And I think for the purpose of this podcast is what is it talking about? I know in my own family I had the experience of a family member who had open heart surgery. And I think for those who had that experience that the thickening about your heart sounds like a very medical kind of thing to increase heart health. We also know that in maybe the history of literature and even of theater, heart is that thing that's essential. So you remember the show Damn Yankees? "You got to have heart," right? That's the essential thing in playing baseball and living a Jewish life of meaning and courage. And it seems like the book of Deuteronomy is telling us something about our hearts. And what does it mean to, in a sense, cut away that thickening-- that thing that keeps our heart from feeling fully, from being the place where we take in the world that we don't just have a mind but, oh, come on, have a heart. And some of the commentators try to dig in and say, what is actually going on? The commentator ibn Ezra says that the idea of circumcising the foreskin of your heart means to purify your heart so that it will understand the truth. Sforno, another great medieval commentator, says that what it means is to get rid of the prejudices with which your intelligence will be afflicted. So taking in a sense the layers of protection away from your heart is a way of opening yourself-- opening yourself to experience to people, to ideas, and to the fullness of life. I love these teachings. I also love that for a lot of us, we learn to guard our heart that we feel that makes us very vulnerable to live with an open heart. And part of contemporary Jewish spirituality is trying to get the thickening of our heart to be removed, to be able to open ourselves and to take away that stiffness of stubbornness that the translations sometimes refer to. I also have to say that the book of Deuteronomy loves the word "heart." It appears numerous times. We have, of course, last week, the V'ahavta. You shall love the Lord your god with all of your heart, right? That is just one of those things when it comes to living religious life fully.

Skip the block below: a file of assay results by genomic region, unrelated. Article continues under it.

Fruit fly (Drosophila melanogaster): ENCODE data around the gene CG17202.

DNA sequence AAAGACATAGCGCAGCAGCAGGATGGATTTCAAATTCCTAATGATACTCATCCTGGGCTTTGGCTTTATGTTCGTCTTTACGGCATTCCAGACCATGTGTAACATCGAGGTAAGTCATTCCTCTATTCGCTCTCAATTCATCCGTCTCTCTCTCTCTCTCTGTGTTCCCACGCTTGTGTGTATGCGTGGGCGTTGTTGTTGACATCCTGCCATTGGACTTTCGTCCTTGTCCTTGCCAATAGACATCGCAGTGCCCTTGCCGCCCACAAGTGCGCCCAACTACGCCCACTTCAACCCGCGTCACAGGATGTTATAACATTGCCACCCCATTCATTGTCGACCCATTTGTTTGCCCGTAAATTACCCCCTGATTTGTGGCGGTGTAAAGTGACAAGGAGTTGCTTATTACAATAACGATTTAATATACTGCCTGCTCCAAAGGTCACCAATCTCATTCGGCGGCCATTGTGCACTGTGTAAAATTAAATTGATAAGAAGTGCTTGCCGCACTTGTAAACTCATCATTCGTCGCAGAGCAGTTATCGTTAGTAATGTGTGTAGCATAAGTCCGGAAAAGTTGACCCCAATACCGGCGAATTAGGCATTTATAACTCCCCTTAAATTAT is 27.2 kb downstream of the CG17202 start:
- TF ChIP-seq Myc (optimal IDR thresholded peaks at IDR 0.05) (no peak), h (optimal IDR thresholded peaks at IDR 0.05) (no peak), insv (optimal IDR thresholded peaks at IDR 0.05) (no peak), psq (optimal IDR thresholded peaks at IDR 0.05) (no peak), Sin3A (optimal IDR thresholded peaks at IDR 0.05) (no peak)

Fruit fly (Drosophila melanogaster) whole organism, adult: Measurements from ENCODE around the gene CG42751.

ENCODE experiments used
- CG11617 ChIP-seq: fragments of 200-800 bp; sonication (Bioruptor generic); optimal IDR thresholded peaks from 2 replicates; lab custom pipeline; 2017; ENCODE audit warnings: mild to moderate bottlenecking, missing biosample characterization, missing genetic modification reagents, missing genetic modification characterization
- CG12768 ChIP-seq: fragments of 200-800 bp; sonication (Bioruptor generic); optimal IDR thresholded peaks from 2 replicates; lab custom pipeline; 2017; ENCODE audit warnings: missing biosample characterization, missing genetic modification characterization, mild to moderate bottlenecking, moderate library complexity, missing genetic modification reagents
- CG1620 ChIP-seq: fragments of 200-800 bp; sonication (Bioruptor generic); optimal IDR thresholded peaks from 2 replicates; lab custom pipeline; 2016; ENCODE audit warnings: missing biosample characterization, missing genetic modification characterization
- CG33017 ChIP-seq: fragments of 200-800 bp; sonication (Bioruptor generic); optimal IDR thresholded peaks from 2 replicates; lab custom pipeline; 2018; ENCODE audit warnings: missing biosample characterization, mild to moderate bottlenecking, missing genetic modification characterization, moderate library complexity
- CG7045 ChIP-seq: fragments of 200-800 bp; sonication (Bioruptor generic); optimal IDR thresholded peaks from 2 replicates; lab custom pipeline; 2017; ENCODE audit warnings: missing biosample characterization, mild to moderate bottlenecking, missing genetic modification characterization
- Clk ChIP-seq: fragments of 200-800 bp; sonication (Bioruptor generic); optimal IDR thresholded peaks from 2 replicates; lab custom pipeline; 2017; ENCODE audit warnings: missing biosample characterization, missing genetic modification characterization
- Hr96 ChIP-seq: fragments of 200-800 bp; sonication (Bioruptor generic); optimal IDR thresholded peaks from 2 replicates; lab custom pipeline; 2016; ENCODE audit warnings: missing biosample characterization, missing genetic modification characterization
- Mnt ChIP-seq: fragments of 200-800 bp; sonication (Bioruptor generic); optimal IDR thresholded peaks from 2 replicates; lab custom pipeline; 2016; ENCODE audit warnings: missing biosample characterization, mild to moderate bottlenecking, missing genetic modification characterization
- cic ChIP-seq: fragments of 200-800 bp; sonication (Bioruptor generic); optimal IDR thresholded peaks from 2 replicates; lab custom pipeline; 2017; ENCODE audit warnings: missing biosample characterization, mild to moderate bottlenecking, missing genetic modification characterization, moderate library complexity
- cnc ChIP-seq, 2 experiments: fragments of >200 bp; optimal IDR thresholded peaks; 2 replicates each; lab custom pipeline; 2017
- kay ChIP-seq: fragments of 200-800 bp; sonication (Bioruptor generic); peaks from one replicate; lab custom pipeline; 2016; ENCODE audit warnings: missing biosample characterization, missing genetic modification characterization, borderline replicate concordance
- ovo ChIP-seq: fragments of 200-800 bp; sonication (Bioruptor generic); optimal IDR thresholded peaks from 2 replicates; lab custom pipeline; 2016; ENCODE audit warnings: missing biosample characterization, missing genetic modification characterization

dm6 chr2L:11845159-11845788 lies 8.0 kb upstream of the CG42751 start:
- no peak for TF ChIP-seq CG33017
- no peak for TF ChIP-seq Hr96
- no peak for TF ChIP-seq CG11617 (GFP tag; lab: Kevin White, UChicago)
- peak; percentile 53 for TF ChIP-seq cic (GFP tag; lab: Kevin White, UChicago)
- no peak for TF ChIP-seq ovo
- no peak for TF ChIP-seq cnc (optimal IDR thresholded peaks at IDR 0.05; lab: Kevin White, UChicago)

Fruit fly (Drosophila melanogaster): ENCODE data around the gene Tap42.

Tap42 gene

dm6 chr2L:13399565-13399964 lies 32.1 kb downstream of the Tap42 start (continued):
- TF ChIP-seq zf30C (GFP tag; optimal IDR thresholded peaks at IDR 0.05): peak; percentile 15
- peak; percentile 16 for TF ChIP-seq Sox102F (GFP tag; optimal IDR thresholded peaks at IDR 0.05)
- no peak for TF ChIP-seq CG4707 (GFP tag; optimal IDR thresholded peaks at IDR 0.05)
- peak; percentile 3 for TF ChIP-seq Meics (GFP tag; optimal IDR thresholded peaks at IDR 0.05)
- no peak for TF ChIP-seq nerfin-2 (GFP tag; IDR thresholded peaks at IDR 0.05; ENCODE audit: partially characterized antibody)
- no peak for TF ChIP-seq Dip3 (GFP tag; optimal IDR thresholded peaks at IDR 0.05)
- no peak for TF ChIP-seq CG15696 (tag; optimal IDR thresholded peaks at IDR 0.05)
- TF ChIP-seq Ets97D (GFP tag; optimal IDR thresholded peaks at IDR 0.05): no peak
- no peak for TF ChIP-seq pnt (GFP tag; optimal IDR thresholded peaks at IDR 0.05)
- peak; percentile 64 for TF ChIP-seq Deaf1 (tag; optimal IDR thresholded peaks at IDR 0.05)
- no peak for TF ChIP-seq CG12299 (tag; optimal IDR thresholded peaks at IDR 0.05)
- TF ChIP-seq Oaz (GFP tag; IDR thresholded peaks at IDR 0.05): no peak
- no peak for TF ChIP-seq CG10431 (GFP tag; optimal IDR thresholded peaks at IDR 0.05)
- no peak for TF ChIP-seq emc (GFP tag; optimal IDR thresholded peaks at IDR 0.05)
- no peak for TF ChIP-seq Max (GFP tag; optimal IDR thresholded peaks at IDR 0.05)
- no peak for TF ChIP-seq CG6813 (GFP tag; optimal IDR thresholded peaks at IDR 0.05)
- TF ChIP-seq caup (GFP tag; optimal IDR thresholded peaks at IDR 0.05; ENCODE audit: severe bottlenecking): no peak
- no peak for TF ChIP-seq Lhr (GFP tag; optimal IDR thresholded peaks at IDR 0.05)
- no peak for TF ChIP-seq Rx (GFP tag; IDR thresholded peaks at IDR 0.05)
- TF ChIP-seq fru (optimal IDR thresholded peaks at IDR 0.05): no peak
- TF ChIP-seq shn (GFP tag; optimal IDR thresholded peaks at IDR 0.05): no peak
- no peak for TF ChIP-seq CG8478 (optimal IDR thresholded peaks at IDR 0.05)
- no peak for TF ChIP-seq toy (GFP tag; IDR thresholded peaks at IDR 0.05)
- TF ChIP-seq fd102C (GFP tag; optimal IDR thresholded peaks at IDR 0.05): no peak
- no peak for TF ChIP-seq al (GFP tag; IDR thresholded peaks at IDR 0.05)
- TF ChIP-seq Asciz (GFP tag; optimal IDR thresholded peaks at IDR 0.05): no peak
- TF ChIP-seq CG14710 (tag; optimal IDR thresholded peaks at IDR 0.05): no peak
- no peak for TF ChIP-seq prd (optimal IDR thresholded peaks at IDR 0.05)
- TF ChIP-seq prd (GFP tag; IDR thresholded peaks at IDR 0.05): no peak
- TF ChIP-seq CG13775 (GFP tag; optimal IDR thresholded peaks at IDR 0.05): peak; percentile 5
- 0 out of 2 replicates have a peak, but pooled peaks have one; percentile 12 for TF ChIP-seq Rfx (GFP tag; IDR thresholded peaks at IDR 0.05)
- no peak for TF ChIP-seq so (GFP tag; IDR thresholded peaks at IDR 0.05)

Now, one of the most compelling examples of this is a really wonderful book called "Kitchen Table Wisdom" by Dr. Rachel Naomi Remen. And she tells a story. She's a physician. And she has been leading a spiritual retreat for people trying to regain their health. It's the organization called Commonweal. In the book "Kitchen Table Wisdom" has a story about one particular patient that she worked with. His name is Yitzak, and he is a Holocaust survivor. He was liberated from a concentration camp in 1945, came to America, worked hard, stayed hard, and was a respected physicist. And when he first met Dr. Remen, she recalls that his words and his accent endeared him to her because he had a Slavic accent. And it reminded her of some of the older members of her own family. Well, she tells the story about when they were in retreat mode, which is a lot of sitting quietly, a lot of meditation and reflection. And there's a lot of, as she describes it, touching, embracing, hugging, pats of love and support. And at first, Yitzak said to Dr. Remen, he said, "what's all this huggy-huggy? What is this love the strangers?" And he was really put off by all of that kind of interpersonal warmth and even physical expressions of affection. And he kind of stayed at a distance. And then after four days of this intense meditation and reflection and openness in conversation, Yitzak described having a very intense experience. It seemed with his eyes closed there was a deep pinkish light that seep through. And he described it as being very tender. It startled him and caused him to really awaken. And when he told everyone about it, Dr. Remen recalls, he said it was like being inside a big rose-- a very touching because his last name meant "little rose" in Polish. In the moment, however, he became frightened-- aware that the light had a direction. And he had the sense that it was pouring out of his chest like a big hemorrhage. It seemed to be coming from his heart. It made him feel very vulnerable. So in conclusion, Dr. Remen says, the retreat staff dealt with his discomfort in all kinds of ways. They didn't try to fix it or to tell him to let go. They just let him on his own time ease into this opening of the heart. And the opening that he described was one of transformation. I don't know exactly if Leviticus was describing what Yitzak experienced. But I think what he did describe was a clearing away of layers that guarded his heart. Now, as a Holocaust survivor, we could understand easily why his heart was so guarded. And I think for all of us, we have our own stories of trauma and pain, which might keep us from opening our hearts. But when we do, all the possibility of a life more deeply lived is before us.